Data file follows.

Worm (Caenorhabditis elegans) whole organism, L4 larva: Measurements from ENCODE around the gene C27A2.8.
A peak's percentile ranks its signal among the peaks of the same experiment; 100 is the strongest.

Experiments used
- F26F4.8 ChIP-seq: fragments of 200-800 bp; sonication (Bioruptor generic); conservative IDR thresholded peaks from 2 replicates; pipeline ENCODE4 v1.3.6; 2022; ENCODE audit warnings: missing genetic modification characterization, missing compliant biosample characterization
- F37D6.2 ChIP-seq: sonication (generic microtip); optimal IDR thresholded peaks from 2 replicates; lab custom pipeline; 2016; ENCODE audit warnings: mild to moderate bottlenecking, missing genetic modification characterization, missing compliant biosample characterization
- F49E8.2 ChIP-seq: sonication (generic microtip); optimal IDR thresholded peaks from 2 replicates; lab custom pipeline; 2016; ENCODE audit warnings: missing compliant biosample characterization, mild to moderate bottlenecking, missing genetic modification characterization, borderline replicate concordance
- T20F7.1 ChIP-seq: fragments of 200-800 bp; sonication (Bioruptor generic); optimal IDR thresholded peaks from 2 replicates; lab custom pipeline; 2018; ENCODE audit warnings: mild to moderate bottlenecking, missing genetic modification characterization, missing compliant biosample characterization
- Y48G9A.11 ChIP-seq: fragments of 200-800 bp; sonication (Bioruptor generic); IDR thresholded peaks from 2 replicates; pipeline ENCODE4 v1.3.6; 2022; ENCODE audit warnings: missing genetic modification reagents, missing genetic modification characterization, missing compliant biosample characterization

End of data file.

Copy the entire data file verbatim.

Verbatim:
Worm (Caenorhabditis elegans) whole organism, L4 larva: Measurements from ENCODE around the gene C27A2.8.
A peak's percentile ranks its signal among the peaks of the same experiment; 100 is the strongest.

Experiments used
- F26F4.8 ChIP-seq: fragments of 200-800 bp; sonication (Bioruptor generic); conservative IDR thresholded peaks from 2 replicates; pipeline ENCODE4 v1.3.6; 2022; ENCODE audit warnings: missing genetic modification characterization, missing compliant biosample characterization
- F37D6.2 ChIP-seq: sonication (generic microtip); optimal IDR thresholded peaks from 2 replicates; lab custom pipeline; 2016; ENCODE audit warnings: mild to moderate bottlenecking, missing genetic modification characterization, missing compliant biosample characterization
- F49E8.2 ChIP-seq: sonication (generic microtip); optimal IDR thresholded peaks from 2 replicates; lab custom pipeline; 2016; ENCODE audit warnings: missing compliant biosample characterization, mild to moderate bottlenecking, missing genetic modification characterization, borderline replicate concordance
- T20F7.1 ChIP-seq: fragments of 200-800 bp; sonication (Bioruptor generic); optimal IDR thresholded peaks from 2 replicates; lab custom pipeline; 2018; ENCODE audit warnings: mild to moderate bottlenecking, missing genetic modification characterization, missing compliant biosample characterization
- Y48G9A.11 ChIP-seq: fragments of 200-800 bp; sonication (Bioruptor generic); IDR thresholded peaks from 2 replicates; pipeline ENCODE4 v1.3.6; 2022; ENCODE audit warnings: missing genetic modification reagents, missing genetic modification characterization, missing compliant biosample characterization